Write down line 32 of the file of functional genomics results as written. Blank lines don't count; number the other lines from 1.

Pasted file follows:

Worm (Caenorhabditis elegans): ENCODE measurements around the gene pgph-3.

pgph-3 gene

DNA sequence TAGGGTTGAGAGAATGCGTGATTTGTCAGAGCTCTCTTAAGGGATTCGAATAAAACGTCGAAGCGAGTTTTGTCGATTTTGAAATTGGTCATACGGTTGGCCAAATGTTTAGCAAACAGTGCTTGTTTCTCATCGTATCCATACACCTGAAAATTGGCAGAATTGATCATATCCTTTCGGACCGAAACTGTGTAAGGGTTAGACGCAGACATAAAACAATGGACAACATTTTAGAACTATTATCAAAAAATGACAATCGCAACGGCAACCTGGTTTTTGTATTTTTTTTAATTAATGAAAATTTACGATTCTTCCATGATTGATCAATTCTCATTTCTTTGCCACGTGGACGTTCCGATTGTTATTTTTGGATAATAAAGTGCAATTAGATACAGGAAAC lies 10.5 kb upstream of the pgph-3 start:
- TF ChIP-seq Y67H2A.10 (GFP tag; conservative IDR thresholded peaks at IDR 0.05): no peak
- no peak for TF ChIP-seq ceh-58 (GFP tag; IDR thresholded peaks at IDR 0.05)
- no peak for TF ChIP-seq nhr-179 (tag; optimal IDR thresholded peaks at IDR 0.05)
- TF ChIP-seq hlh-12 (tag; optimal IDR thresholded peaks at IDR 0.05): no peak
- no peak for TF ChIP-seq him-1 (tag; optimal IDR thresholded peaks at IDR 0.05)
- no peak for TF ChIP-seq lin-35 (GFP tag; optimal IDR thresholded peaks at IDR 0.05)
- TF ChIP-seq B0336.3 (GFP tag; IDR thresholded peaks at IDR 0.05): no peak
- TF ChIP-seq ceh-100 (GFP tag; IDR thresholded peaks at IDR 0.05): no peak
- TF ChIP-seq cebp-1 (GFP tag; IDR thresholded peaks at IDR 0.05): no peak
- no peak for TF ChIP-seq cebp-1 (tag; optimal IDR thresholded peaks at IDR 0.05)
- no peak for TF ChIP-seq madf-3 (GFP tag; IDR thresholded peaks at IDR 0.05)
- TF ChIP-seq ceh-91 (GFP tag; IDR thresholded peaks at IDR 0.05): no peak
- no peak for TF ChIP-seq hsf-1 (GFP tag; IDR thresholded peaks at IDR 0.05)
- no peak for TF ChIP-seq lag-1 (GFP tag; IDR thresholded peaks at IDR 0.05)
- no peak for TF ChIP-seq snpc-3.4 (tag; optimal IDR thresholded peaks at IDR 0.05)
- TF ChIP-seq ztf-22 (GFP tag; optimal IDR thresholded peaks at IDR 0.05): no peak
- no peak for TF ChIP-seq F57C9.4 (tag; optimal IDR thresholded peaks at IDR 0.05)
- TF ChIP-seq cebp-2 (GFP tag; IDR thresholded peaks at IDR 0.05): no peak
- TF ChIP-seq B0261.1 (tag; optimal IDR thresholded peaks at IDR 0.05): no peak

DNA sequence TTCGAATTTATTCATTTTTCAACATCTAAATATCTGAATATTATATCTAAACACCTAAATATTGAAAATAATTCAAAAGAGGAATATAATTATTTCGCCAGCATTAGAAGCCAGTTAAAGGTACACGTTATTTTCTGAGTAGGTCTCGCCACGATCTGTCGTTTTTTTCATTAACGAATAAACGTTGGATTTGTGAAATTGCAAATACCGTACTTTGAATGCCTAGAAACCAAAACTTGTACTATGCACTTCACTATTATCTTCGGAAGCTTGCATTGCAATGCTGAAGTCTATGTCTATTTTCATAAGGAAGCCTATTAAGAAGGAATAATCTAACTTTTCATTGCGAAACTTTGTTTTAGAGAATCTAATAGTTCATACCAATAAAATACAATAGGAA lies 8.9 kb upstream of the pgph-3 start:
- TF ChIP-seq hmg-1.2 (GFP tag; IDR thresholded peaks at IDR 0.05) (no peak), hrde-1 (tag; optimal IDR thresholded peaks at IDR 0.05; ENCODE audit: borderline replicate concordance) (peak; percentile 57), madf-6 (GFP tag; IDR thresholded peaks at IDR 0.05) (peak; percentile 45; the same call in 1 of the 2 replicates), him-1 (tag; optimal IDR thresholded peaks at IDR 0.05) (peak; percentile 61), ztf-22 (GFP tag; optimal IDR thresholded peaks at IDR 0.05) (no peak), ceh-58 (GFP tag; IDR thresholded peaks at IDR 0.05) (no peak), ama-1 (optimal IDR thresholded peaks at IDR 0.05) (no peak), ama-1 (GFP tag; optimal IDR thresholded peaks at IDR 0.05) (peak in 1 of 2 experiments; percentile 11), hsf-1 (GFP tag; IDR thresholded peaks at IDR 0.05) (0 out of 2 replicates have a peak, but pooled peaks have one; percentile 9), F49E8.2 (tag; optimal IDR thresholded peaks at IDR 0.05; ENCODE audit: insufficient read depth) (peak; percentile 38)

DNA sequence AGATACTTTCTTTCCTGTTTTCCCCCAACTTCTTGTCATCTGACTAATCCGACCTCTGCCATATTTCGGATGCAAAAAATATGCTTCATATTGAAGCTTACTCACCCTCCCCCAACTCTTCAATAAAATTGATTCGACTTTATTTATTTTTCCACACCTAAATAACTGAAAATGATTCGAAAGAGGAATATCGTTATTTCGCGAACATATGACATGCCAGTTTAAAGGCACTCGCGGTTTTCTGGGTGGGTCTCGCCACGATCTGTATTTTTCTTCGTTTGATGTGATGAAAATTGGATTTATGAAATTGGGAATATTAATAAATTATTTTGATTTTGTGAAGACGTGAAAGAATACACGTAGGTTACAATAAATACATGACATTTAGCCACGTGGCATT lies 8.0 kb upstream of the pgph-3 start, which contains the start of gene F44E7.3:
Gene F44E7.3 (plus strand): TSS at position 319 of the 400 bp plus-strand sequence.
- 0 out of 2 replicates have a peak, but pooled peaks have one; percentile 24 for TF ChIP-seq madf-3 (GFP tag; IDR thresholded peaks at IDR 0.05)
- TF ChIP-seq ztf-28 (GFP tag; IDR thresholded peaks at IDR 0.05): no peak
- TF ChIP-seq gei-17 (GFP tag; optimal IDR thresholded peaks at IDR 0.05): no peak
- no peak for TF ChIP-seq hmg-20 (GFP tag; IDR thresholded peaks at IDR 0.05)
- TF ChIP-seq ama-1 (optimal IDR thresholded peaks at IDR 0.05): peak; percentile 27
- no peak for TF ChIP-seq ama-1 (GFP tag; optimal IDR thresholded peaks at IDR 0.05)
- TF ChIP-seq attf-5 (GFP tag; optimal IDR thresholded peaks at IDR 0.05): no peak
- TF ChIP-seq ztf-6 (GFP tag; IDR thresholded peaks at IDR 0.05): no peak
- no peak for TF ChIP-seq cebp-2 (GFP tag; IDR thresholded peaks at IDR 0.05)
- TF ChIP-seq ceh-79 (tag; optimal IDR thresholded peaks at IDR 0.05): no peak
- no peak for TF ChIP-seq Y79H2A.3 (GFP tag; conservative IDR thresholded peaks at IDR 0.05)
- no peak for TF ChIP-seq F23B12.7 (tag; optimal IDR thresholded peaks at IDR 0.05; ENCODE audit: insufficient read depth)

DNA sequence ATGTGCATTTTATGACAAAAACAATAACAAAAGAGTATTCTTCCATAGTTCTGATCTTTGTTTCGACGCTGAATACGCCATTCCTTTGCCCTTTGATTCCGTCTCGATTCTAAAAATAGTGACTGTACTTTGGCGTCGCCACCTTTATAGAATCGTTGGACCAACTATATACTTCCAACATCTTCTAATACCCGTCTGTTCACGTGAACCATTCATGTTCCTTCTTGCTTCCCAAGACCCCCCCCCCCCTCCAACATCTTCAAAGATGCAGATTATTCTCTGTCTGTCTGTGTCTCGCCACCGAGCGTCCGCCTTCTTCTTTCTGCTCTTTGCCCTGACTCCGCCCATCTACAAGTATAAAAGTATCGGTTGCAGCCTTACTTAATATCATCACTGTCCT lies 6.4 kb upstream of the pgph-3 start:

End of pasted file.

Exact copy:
- no peak for TF ChIP-seq ama-1 (GFP tag; optimal IDR thresholded peaks at IDR 0.05)